For Indian millennials living in the U.S., a wedding may be the biggest party of their lives. Combining ancient tradition and American extravagance, these events can last for weeks and run well over six figures. It’s a booming industry, and venues across the country are all vying for a piece of the action.
“When hotels hear ‘Indian weddings’ they think, ‘cha-ching!’” says Ani Sandhu, owner of Ace of Events in the District of Columbia.
He’s one of the area’s most successful Indian wedding planners. In order to plan a successful Indian wedding, he says you must first understand the cultural significance of the event.
“In the Indian community, there are two things on their mind: one is education and one is marriage,” Sandhu says. “It’s not just the bride and groom getting married, it’s two families coming together … it’s a party that lasts a very, very long time.”
Understanding the context, however, is just the prerequisite. The real heavy lifting happens when bringing together hundreds and even thousands of different elements to make each wedding a unique experience for each couple.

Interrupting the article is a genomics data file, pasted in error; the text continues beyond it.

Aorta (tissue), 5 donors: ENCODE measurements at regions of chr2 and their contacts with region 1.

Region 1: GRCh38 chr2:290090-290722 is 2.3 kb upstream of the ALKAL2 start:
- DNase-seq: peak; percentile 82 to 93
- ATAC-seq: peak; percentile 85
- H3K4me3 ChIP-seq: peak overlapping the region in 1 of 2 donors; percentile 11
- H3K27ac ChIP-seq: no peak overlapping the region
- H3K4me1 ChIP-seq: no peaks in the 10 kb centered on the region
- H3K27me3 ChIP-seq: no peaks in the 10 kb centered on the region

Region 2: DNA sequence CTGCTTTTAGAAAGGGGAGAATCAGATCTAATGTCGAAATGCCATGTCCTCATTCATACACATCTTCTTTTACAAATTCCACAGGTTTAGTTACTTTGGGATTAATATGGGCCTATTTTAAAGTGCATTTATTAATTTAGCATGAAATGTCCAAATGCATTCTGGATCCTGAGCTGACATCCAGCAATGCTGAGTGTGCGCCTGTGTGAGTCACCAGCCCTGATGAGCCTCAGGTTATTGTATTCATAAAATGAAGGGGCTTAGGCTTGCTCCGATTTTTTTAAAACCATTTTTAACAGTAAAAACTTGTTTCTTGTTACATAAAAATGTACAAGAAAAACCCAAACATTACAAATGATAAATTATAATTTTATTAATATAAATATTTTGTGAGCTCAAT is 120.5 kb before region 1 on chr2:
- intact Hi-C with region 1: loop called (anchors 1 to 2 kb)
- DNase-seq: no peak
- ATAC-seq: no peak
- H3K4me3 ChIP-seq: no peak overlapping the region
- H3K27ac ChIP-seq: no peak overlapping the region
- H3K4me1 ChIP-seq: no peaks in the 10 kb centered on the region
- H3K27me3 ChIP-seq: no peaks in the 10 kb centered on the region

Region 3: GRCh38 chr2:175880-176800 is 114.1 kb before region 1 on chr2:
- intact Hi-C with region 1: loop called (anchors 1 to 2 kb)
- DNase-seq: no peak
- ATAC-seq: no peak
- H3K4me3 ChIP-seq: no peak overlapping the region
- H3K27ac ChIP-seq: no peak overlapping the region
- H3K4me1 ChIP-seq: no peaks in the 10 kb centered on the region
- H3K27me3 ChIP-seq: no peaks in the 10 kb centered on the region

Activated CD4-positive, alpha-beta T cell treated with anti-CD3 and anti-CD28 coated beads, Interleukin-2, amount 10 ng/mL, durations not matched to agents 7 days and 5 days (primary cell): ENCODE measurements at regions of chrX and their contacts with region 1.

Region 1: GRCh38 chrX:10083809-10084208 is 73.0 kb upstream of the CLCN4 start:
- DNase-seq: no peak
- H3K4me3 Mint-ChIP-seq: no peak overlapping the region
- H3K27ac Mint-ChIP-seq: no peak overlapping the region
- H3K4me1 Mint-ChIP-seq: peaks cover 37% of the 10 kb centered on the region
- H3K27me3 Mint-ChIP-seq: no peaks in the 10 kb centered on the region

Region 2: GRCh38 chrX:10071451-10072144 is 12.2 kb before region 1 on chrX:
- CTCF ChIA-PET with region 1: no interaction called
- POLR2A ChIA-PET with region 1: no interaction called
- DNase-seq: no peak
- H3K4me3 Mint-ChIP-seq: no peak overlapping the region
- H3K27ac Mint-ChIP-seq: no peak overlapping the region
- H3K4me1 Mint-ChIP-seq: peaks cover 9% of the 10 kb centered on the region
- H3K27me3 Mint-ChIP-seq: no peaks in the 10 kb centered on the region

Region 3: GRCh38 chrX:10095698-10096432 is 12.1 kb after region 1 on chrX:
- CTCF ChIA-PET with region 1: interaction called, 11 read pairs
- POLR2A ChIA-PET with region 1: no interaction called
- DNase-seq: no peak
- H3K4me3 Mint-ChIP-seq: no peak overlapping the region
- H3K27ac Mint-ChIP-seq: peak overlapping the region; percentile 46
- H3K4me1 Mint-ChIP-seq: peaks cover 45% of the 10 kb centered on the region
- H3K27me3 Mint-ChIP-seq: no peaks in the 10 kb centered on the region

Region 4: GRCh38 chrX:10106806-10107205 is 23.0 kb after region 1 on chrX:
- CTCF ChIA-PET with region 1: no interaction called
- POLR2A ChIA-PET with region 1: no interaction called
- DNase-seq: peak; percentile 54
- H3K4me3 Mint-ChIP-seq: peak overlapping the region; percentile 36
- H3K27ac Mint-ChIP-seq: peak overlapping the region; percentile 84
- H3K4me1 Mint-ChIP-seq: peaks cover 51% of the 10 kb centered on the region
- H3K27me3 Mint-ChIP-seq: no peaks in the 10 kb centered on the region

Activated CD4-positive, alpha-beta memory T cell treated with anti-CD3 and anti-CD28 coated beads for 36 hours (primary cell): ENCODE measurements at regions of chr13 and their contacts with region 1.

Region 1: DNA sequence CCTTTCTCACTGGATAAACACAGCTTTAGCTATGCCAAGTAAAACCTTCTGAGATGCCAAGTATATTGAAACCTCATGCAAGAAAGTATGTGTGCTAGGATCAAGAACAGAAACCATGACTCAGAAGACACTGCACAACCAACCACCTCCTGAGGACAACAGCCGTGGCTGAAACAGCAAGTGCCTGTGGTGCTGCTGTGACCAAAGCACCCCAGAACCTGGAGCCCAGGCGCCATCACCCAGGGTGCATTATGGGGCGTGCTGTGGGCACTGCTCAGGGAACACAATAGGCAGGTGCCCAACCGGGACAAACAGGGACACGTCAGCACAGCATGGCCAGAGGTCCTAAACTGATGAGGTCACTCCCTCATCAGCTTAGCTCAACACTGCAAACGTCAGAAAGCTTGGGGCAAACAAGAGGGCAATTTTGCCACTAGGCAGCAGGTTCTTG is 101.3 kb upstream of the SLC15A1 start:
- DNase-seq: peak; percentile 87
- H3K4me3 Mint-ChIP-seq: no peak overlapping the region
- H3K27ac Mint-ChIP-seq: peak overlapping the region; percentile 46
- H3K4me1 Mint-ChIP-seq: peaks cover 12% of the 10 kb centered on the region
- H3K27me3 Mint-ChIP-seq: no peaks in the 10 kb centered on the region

Lavish South Asian weddings are growing in popularity, Sandhu says, and more venues are rolling out the red carpet to the wealthy client base. (Indian-American households have a higher median income than the rest of the U.S., according to census data.)
“On an average … we’re usually over a quarter-million dollars when it’s all said and done,” Sandhu says. Three-hundred- to 400-person guest lists are just the start.
“By the time you are flying back and forth from India, you have jewelry that’s coming in, then you have all these events that are happening, all these traditions that need to take place, the total value that clients are spending towards weddings adds up to be a quarter million, three-hundred thousand plus," he says.
Many hotels have started training their staffs in Indian traditions and customs in an effort to make families feel more welcome.
Sandhu often gets some pretty out-of-the-box requests. One groom asked to arrive on the back of an elephant. Another asked to arrive in helicopter. But when a groom came to him two years ago asking to make his entrance on a jet ski in the Maryland harbor, Sandhu had to do some brainstorming.
“And I’m like, 'How do you expect to get off a jet ski, take off your wet suit, and be in your traditional Indian gown and not need it to be ironed or anything?'"
He managed to talk the groom out this idea and found a compromise: “For that specific client then we rented a private yacht that could accommodate about 30 guests, and the groom and his groomsmen made their entrance on the yacht.”
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